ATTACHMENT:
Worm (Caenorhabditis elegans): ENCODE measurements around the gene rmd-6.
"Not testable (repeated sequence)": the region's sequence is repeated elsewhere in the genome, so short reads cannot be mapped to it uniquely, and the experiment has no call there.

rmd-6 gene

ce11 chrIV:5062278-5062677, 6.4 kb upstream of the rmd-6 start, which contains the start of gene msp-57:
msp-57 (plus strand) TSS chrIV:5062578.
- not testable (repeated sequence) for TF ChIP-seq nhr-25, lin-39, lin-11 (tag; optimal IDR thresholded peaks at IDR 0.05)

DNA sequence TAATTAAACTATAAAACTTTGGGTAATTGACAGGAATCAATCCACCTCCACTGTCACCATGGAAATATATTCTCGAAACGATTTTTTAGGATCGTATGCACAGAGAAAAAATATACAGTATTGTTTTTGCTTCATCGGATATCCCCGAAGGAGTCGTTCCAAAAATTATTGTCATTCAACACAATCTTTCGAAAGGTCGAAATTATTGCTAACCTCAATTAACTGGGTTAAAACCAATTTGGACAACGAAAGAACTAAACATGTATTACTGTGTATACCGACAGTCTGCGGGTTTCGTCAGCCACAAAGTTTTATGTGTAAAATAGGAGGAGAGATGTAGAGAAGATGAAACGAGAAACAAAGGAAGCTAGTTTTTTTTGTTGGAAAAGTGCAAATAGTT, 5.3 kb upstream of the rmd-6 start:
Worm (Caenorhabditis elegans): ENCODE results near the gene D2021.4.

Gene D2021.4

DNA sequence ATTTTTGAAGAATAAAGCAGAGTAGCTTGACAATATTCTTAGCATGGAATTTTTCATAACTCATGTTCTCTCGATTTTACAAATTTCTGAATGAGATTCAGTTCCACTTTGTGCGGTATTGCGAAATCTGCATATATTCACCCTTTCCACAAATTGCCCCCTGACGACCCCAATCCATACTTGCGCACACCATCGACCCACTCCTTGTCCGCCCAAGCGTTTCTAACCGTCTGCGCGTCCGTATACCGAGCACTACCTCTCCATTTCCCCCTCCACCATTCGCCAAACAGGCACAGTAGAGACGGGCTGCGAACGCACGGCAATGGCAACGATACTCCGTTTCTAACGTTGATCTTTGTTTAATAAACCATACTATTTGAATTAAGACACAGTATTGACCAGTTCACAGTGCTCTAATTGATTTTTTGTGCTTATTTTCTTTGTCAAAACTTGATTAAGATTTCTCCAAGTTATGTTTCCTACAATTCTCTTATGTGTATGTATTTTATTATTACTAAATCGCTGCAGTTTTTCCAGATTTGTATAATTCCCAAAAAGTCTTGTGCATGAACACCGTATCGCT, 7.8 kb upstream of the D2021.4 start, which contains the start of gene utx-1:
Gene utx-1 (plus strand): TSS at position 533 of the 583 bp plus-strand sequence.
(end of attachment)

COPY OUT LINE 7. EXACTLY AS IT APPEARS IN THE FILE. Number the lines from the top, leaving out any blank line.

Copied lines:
DNA sequence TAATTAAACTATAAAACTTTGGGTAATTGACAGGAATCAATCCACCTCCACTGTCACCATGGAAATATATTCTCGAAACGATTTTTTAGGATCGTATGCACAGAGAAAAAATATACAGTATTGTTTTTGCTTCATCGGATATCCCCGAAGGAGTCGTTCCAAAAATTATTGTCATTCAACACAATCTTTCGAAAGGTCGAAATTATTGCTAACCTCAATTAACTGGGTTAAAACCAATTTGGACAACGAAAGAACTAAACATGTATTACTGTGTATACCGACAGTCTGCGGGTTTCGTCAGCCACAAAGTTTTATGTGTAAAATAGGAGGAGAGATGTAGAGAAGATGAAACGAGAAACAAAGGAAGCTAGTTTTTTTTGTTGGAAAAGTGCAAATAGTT, 5.3 kb upstream of the rmd-6 start: